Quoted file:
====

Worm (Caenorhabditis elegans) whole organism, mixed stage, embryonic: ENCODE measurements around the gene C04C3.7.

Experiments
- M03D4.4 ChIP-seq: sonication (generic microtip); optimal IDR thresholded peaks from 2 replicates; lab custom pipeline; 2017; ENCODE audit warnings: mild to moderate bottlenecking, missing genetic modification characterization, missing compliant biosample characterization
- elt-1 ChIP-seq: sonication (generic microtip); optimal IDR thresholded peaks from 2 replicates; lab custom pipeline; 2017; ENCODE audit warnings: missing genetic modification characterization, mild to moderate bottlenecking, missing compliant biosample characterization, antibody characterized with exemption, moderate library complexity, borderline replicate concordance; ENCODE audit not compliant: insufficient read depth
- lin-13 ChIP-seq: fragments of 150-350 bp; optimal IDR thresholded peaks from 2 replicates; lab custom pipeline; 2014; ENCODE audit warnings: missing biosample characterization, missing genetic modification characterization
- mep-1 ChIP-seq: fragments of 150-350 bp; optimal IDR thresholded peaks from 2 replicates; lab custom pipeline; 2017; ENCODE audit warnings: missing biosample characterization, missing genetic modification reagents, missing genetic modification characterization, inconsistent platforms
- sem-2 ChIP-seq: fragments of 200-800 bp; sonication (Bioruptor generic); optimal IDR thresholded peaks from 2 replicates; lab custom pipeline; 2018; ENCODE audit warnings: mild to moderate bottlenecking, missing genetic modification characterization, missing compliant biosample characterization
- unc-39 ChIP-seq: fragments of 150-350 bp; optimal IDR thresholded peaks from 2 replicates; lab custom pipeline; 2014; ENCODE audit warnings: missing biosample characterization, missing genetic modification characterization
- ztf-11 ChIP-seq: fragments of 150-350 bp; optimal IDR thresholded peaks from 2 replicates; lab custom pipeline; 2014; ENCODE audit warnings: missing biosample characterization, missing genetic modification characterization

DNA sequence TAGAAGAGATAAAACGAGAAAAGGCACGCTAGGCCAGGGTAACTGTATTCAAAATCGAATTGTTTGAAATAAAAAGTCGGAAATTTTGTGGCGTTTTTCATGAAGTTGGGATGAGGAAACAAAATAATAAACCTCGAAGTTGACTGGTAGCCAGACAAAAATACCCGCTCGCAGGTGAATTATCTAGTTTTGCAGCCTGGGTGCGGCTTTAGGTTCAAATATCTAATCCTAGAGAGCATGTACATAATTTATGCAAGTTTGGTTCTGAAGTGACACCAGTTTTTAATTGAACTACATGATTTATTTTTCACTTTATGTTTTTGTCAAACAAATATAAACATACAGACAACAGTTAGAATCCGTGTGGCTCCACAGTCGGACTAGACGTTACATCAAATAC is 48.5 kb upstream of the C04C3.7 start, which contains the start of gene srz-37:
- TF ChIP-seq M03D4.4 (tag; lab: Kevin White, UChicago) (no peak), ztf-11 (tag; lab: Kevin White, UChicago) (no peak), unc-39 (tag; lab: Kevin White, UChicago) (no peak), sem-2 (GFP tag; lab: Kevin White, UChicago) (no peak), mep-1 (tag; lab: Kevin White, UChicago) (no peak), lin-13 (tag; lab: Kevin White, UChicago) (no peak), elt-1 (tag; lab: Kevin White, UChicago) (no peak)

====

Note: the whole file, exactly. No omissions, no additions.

Worm (Caenorhabditis elegans) whole organism, mixed stage, embryonic: ENCODE measurements around the gene C04C3.7.

Experiments
- M03D4.4 ChIP-seq: sonication (generic microtip); optimal IDR thresholded peaks from 2 replicates; lab custom pipeline; 2017; ENCODE audit warnings: mild to moderate bottlenecking, missing genetic modification characterization, missing compliant biosample characterization
- elt-1 ChIP-seq: sonication (generic microtip); optimal IDR thresholded peaks from 2 replicates; lab custom pipeline; 2017; ENCODE audit warnings: missing genetic modification characterization, mild to moderate bottlenecking, missing compliant biosample characterization, antibody characterized with exemption, moderate library complexity, borderline replicate concordance; ENCODE audit not compliant: insufficient read depth
- lin-13 ChIP-seq: fragments of 150-350 bp; optimal IDR thresholded peaks from 2 replicates; lab custom pipeline; 2014; ENCODE audit warnings: missing biosample characterization, missing genetic modification characterization
- mep-1 ChIP-seq: fragments of 150-350 bp; optimal IDR thresholded peaks from 2 replicates; lab custom pipeline; 2017; ENCODE audit warnings: missing biosample characterization, missing genetic modification reagents, missing genetic modification characterization, inconsistent platforms
- sem-2 ChIP-seq: fragments of 200-800 bp; sonication (Bioruptor generic); optimal IDR thresholded peaks from 2 replicates; lab custom pipeline; 2018; ENCODE audit warnings: mild to moderate bottlenecking, missing genetic modification characterization, missing compliant biosample characterization
- unc-39 ChIP-seq: fragments of 150-350 bp; optimal IDR thresholded peaks from 2 replicates; lab custom pipeline; 2014; ENCODE audit warnings: missing biosample characterization, missing genetic modification characterization
- ztf-11 ChIP-seq: fragments of 150-350 bp; optimal IDR thresholded peaks from 2 replicates; lab custom pipeline; 2014; ENCODE audit warnings: missing biosample characterization, missing genetic modification characterization

DNA sequence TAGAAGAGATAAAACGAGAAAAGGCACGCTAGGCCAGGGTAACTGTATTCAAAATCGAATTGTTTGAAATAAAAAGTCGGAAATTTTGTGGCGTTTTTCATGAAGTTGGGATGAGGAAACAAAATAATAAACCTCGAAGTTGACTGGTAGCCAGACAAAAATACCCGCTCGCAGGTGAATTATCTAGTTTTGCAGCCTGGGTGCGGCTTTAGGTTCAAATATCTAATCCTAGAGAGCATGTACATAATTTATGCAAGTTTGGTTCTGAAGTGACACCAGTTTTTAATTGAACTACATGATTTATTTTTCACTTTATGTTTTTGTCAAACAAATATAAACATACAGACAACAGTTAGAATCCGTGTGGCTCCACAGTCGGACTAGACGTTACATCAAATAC is 48.5 kb upstream of the C04C3.7 start, which contains the start of gene srz-37:
- TF ChIP-seq M03D4.4 (tag; lab: Kevin White, UChicago) (no peak), ztf-11 (tag; lab: Kevin White, UChicago) (no peak), unc-39 (tag; lab: Kevin White, UChicago) (no peak), sem-2 (GFP tag; lab: Kevin White, UChicago) (no peak), mep-1 (tag; lab: Kevin White, UChicago) (no peak), lin-13 (tag; lab: Kevin White, UChicago) (no peak), elt-1 (tag; lab: Kevin White, UChicago) (no peak)